So, last time I made gumbo, I got the veggies chopped (onion, celery, green pepper, and garlic) and then realized I had prepped twice as much as I needed. I froze the extra ingredients, labeled... could/should I add more flavor to the current batch? Process: Heat 1.5 TB oil, add 1.5 TB flour to make a dark brown roux. If I were using fresh veggies, I'd add them next. Instead, I held off. Add 1/2 cup tomato sauce, stir until it gets crumbly & dry. I then added the defrosted, drained veggies. Fry 1/2 pound okra in a separate skillet until it's less sticky & less stringy
at about 400'F (typically in a dash of extra oil, salt, red pepper, paprika, garlic, etc) for a quick snack. So far walnuts and pecans have yielded tremendous results. Today I tried some raw almonds (whole... pretty much the same in texture and flavor profile, and only picked up the oil that I had tossed them in. I assume the lower change was due in no small part to the fact that they were previously... to be roasting at? I have tried 375'F-425'F and, with a watchful eye, had good results regardless of the spot in that range.
or bitter (or both). I am unable to put my finger on what the difference is. Is the oil tempurature and cook time that sensitive to small variations? Is it all in the artichoke to start with? Steaming seems to turn out much more consistent results. Obviously some are better than others, but it's at least always edible. I've pretty much decided it's mostly in the original produce. I generally have... with smaller but older more open ones. However as many as I try, the results are still inconclusive. Sometimes the tightly packed jumbo ones come out fine too. Basically, I have no idea how to tell whether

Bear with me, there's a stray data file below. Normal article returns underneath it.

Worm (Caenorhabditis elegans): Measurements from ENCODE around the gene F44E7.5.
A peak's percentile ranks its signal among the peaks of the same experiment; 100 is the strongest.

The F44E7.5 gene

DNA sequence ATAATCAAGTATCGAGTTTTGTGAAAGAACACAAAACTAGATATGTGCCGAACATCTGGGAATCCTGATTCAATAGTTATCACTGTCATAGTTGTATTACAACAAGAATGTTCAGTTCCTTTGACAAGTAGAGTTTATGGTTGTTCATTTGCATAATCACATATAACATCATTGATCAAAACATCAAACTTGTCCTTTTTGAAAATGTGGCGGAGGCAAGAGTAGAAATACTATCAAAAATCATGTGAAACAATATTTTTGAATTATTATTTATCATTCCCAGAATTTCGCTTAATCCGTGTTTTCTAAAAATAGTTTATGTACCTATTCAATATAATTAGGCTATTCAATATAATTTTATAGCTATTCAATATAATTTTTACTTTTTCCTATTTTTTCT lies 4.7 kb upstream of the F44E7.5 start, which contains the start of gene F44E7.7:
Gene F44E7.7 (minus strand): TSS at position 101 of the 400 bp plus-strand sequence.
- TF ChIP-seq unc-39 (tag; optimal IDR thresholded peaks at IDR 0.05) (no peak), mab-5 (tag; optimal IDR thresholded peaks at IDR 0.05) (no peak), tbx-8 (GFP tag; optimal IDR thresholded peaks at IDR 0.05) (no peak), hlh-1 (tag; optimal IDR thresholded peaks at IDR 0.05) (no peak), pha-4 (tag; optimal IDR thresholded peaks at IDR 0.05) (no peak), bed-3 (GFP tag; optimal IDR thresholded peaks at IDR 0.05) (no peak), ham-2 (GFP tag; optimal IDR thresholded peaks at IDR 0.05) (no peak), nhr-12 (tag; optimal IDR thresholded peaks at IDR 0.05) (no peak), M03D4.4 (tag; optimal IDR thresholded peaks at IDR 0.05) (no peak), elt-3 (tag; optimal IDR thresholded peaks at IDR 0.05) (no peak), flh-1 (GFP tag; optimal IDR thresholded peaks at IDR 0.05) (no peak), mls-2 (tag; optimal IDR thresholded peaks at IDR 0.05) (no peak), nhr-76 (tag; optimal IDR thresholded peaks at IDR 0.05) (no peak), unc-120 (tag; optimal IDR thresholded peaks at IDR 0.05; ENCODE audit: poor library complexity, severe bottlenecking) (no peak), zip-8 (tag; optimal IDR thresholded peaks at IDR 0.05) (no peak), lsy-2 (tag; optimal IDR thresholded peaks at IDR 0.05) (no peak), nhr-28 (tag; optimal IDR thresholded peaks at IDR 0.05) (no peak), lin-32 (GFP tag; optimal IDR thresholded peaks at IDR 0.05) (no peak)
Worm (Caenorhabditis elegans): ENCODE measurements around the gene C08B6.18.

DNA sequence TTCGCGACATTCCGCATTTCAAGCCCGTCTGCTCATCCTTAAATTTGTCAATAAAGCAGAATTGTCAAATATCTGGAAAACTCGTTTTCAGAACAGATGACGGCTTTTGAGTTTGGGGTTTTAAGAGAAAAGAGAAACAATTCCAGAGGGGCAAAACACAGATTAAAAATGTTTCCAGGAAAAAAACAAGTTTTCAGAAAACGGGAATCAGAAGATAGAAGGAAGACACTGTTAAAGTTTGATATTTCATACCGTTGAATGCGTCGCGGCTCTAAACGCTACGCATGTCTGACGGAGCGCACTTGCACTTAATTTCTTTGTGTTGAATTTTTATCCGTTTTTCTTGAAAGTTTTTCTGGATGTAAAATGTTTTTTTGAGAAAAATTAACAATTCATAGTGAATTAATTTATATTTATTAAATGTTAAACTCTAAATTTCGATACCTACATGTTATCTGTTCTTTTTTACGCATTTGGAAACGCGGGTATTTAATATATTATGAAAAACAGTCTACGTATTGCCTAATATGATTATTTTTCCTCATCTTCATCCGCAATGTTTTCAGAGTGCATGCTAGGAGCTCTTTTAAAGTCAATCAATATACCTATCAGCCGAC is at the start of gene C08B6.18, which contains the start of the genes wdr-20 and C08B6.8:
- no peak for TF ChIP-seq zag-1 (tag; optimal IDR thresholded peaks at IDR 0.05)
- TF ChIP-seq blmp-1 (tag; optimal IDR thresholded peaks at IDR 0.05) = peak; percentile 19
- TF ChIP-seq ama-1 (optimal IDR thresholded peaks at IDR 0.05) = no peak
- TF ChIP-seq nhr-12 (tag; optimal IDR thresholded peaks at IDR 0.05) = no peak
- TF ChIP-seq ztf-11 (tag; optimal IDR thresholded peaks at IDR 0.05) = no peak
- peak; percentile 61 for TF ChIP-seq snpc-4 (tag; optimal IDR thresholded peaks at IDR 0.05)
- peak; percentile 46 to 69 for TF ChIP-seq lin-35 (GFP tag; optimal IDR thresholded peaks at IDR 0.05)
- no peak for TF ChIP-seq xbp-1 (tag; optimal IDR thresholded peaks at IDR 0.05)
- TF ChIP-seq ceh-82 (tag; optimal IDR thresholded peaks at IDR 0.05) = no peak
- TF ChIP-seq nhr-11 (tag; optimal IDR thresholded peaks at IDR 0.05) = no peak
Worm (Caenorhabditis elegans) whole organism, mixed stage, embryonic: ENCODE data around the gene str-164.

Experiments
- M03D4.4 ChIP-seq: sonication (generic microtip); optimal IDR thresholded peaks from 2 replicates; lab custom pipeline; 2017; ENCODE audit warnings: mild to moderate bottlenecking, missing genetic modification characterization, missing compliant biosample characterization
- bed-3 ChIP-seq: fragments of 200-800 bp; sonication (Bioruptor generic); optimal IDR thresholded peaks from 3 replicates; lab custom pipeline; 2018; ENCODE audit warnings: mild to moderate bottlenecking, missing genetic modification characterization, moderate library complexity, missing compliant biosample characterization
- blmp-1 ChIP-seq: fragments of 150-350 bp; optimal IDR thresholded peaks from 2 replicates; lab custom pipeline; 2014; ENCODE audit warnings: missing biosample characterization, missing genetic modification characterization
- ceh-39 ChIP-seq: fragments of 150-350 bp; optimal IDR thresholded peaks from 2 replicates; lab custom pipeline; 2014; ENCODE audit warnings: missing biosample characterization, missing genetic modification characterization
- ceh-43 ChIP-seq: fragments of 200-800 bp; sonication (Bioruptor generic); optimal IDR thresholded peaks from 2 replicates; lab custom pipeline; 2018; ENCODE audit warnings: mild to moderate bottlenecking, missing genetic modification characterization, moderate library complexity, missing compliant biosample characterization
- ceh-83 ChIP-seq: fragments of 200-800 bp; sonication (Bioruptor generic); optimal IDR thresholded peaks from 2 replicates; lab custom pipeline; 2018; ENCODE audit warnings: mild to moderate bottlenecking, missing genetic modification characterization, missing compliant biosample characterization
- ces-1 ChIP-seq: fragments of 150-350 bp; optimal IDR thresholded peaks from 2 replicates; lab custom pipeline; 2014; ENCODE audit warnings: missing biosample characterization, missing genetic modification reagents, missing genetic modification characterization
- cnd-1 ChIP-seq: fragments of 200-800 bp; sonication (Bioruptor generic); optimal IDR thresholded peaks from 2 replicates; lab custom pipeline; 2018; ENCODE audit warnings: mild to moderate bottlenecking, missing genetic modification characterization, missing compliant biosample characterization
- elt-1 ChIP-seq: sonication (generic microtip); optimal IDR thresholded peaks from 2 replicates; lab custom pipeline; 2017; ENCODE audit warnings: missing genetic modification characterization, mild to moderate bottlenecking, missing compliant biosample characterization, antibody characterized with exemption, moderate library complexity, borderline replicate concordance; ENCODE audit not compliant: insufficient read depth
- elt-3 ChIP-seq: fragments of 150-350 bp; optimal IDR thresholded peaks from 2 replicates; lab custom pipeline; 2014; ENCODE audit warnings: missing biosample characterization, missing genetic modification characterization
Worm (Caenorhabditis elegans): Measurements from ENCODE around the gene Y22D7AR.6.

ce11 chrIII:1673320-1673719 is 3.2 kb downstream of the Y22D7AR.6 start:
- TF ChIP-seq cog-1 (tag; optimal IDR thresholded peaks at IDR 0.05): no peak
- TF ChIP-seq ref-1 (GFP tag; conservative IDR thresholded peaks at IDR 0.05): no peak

Possible Duplicate: Do you heat the pan first, then add oil? Or put the oil in and heat up with the pan? When sauteing food with oil, how do the following two sequences differ in the final taste of the food? A Place oil in skillet. Turn on stove and wait for oil to heat up. Place food in skillet. B Turn on stove and wait until it's hot. Place oil in skillet. Oil should heat up in a few seconds. Place food in skillet.
I made moon cakes for the first time at the weekend, but rather than the glazed apearance and firm texture they usually have, they sunk in the middle. Without building the dough equivalent of the great wall of china to help keep the filling in, is there another way I can 'reinforce' the walls to stop them sinking? I used this recipe: 300g Low Protein flour 250g Golden syrup 70g Peanut... with it. Dush some flour on the mooncake mould, knock out excess flour. Place mooncake inside the mould, flatten dough to conform to shape of mould. Knock the mooncake mould on solid surface and slowly
Once while overseas, I had a cake with the following properties: It had a French name, if I recall, and the cake was bought in Italy, so I tend to think the cake has a name beyond a description... done some searching - English and French - and not seen anything. Does what I have described sound like any typical dessert? Note that I am aware that this sounds a lot like Black Forest Cake, although I think I'd remember if that's what it was... for some reason this sticks out as something I got because it was different from that. Any cake names or places for further reading are appreciated.